Talledega 2020 NASCAR crash

Incident-packed YellaWood 500 lasted for four-and-a-half hours in 2020


Although the NTT IndyCar Series rule book doesn’t incorporate any NASCAR-style overtime regulations, officials are encouraged to use a red-flag stoppage to allow a race to finish under green-flag conditions. But it doesn’t always work out that way.

Two years ago, in the Indy 500, a crash with five laps to go allowed Takuma Sato to trundle home ahead of Scott Dixon under caution. Dixon, who’d finished second under similar conditions in 2012 after Sato wrecked on the last lap, was understandably miffed. “Think IndyCar needs green white checker,” he tweeted.

That was the third Indy 500 to end under caution in nine years. So IndyCar officials tried to get out ahead of the critics by issuing a statement: “IndyCar makes every effort to end races under green, but in this case, following the assessment of the incident, there were too few laps remaining to gather the field behind the pace car, issue a red flag and then restart for a green-flag finish.”

Takuma Sato crosses the line to win the 2020 Indy 500

Formation finish is led by Sato as 2020 Indy 500 finishes under caution


True to their word, IndyCar officials threw late red flags not once but twice this past season to allow drivers to race to the finish. In Race 1 at Belle Isle, the race was stopped to repair damage when Romain Grosjean clobbered – and damaged – a wall with six laps remaining. Then, at Nashville, the red flag was shown to permit the track to be cleaned up after Colton Herta crashed heavily with five laps to go. Coincidentally, F1 refugee Marcus Ericsson won both races.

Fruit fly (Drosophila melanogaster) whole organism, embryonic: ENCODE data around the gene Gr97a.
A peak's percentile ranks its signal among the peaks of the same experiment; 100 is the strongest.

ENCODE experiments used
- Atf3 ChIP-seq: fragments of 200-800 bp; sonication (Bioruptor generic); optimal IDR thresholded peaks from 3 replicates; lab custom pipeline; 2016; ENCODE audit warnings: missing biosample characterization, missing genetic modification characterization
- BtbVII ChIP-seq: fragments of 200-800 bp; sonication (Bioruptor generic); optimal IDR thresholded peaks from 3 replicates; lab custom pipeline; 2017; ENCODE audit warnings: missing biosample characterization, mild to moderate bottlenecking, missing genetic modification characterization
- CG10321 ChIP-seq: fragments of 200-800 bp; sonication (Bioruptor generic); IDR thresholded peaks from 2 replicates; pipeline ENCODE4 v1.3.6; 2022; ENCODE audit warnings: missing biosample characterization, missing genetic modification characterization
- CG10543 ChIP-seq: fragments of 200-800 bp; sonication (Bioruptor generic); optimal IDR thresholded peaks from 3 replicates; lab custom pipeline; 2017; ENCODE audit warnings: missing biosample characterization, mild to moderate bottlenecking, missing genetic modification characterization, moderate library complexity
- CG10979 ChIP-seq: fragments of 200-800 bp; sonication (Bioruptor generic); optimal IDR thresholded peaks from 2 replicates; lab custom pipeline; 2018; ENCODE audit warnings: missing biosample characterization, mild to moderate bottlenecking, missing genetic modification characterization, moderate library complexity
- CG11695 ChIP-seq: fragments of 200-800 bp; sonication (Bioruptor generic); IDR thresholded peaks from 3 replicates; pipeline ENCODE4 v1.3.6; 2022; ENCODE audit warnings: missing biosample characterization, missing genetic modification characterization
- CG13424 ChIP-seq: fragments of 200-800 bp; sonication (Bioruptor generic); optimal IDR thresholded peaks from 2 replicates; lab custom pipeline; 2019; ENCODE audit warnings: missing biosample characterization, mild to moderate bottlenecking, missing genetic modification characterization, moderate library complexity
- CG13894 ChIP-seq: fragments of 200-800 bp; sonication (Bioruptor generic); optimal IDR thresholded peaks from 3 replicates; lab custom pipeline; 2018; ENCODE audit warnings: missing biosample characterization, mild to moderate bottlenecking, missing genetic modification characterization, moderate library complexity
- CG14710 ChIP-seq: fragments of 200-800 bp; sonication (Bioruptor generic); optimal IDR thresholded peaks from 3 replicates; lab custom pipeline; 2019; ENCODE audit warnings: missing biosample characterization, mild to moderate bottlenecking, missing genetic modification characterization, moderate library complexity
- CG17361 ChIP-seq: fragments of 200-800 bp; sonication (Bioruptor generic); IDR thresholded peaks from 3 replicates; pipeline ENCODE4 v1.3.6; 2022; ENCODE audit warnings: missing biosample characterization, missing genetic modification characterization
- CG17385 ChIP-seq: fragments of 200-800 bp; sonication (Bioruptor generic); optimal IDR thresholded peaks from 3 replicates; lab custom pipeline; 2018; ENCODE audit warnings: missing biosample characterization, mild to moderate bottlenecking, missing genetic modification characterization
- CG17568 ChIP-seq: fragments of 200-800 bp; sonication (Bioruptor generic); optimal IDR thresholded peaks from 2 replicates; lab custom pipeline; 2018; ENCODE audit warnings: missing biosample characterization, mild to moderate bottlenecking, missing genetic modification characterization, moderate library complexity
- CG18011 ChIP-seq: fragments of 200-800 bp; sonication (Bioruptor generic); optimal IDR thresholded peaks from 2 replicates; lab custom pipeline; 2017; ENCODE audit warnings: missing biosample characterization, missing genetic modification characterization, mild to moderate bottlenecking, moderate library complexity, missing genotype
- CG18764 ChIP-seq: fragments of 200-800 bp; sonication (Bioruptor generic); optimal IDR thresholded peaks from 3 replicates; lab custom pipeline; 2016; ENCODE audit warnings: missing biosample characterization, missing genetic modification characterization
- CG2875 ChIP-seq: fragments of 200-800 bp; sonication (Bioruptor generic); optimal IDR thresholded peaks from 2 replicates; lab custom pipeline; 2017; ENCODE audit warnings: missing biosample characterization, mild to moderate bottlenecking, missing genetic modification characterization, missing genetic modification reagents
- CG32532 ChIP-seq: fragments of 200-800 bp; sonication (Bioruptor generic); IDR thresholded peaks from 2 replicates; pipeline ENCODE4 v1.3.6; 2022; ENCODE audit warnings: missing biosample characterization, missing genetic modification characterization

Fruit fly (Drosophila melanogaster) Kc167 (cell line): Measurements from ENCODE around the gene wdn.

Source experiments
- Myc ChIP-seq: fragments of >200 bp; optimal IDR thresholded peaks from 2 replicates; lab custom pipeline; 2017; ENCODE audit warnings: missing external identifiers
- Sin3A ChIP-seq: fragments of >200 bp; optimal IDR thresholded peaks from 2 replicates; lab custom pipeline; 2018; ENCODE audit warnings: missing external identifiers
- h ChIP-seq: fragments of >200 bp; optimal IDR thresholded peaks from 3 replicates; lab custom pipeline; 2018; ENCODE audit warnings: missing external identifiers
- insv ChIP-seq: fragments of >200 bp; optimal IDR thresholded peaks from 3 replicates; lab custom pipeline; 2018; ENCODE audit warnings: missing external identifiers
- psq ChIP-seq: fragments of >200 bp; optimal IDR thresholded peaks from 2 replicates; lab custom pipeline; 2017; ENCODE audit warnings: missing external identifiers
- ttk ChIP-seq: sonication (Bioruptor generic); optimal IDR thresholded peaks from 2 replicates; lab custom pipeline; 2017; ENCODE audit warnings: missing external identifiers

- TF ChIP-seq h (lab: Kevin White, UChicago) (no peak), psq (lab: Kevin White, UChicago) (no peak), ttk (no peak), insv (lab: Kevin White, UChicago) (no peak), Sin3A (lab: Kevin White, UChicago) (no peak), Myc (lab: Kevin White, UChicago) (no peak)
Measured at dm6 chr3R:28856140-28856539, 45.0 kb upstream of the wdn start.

Race stewards have plenty of room for discretion at IndyCar and NASCAR events. In the IMSA WeatherTech SportsCar Championship, not so much. As senior director of race operations Mark Raffauf explains: “IMSA races to a time, not laps or distance, so when the time is up, the race is over regardless of what the course condition is.”

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IMSA resorts to red flags only under extraordinary circumstances. That said, in the 2019 edition of the Rolex 24 at Daytona, there were TWO of them, along with several safety-car periods, thanks to torrential rain and appalling visibility. But this race was very much an outlier.

“We have the option to stop the clock if we wish,” Raffauf says, “but in normal practice do not do so because of the schedule restraints we have with a lot more content on track daily than anyone else.”

In stark contrast with F1, American sanctioning bodies sport liberal rules pertaining to yellow flags and have mechanisms in place to allow drivers to make up laps under certain circumstances. Does this cheapen the action on the track? Well, to a certain degree (like the Drag Reduction System, ahem). And, yes, NASCAR’s free pass, aka the lucky dog rule – which allows the first lapped driver to automatically get his lap back – is a bit too contrived for my taste.

But in general, I’m in favour of rules that improve the show even if this dilutes the purity of the competition on the track. Because let’s face it, fans are the foundation of professional racing. So maybe the FIA ought to be asking the question that Maximus posed in Gladiator:

“Are you not entertained?”